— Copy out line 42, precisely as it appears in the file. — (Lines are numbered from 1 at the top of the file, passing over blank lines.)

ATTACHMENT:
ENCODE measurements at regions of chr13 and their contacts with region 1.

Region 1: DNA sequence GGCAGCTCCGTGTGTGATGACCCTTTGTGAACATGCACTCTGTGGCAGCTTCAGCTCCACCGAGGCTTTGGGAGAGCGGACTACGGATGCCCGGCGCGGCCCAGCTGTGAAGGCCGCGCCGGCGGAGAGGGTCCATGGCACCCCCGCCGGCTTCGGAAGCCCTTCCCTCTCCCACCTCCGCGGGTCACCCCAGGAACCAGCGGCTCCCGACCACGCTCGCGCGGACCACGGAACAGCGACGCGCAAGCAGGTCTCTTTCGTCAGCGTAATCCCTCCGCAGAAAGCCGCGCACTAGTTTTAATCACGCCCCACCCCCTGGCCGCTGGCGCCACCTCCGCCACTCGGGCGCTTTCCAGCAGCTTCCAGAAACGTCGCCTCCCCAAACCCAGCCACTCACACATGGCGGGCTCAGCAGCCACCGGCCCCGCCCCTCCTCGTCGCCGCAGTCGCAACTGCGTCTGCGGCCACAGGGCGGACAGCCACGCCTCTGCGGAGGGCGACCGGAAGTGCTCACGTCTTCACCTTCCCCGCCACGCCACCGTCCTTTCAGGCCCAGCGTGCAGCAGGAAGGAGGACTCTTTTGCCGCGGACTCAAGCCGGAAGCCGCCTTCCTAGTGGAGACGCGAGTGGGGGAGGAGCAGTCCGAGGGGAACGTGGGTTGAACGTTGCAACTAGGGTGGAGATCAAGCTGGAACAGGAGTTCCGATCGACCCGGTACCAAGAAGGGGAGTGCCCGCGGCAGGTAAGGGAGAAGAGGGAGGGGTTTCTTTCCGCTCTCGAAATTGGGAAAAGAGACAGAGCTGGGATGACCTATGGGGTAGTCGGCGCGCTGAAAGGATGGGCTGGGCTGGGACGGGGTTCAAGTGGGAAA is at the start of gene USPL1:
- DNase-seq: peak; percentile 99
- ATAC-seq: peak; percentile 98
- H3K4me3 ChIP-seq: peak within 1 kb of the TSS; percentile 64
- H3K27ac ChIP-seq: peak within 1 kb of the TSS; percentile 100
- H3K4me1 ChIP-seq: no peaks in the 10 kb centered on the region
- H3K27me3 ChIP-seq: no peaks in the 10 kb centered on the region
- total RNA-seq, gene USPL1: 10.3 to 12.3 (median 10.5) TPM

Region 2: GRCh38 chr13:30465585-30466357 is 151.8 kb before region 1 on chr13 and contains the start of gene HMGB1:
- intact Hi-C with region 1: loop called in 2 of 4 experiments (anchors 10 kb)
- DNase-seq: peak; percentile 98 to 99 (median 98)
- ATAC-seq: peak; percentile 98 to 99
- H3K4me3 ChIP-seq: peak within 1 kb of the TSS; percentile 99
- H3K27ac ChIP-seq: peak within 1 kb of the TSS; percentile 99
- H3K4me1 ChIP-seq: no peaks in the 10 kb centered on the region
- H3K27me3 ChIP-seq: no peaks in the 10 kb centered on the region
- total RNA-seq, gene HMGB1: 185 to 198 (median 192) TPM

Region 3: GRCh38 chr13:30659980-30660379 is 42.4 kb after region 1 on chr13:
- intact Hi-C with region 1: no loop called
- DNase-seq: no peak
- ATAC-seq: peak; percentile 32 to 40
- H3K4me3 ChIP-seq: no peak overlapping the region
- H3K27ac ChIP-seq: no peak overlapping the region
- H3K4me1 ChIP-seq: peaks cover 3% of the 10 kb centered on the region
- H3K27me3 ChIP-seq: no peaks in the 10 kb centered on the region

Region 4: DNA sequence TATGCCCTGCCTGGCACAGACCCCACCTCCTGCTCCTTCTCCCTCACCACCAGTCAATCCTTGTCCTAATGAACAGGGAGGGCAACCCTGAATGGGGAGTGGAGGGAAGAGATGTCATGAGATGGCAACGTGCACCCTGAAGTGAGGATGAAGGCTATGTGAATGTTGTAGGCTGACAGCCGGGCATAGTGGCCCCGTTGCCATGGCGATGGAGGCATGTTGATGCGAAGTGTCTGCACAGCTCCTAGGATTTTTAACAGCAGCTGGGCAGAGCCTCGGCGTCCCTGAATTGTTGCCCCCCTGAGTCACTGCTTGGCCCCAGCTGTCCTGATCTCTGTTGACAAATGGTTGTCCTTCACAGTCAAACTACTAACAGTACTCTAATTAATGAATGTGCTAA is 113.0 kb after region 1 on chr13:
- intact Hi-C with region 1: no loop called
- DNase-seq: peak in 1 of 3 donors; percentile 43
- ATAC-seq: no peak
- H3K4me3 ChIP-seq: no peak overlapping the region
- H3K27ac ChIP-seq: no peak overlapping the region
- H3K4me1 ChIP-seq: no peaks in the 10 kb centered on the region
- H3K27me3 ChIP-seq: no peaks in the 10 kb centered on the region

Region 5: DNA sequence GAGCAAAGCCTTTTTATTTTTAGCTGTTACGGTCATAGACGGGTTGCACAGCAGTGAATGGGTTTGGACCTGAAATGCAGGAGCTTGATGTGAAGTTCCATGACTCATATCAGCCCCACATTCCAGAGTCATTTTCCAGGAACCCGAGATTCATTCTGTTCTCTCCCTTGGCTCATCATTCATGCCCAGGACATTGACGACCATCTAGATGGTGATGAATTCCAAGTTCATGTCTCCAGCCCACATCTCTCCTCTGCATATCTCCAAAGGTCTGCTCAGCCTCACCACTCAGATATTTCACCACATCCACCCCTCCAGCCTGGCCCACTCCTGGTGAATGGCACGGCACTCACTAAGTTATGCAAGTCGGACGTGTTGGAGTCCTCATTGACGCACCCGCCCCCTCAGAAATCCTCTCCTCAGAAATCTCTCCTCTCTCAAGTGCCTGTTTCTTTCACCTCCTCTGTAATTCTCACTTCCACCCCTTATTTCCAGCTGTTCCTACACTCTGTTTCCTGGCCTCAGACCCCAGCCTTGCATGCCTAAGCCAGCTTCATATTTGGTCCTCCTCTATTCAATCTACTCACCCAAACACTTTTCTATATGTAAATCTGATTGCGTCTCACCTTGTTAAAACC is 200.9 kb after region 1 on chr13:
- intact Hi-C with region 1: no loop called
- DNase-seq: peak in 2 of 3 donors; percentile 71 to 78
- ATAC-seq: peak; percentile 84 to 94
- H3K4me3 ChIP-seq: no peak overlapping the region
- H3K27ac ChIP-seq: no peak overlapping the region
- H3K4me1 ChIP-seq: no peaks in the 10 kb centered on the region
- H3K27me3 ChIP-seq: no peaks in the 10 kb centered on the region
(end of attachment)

- H3K27me3 ChIP-seq: no peaks in the 10 kb centered on the region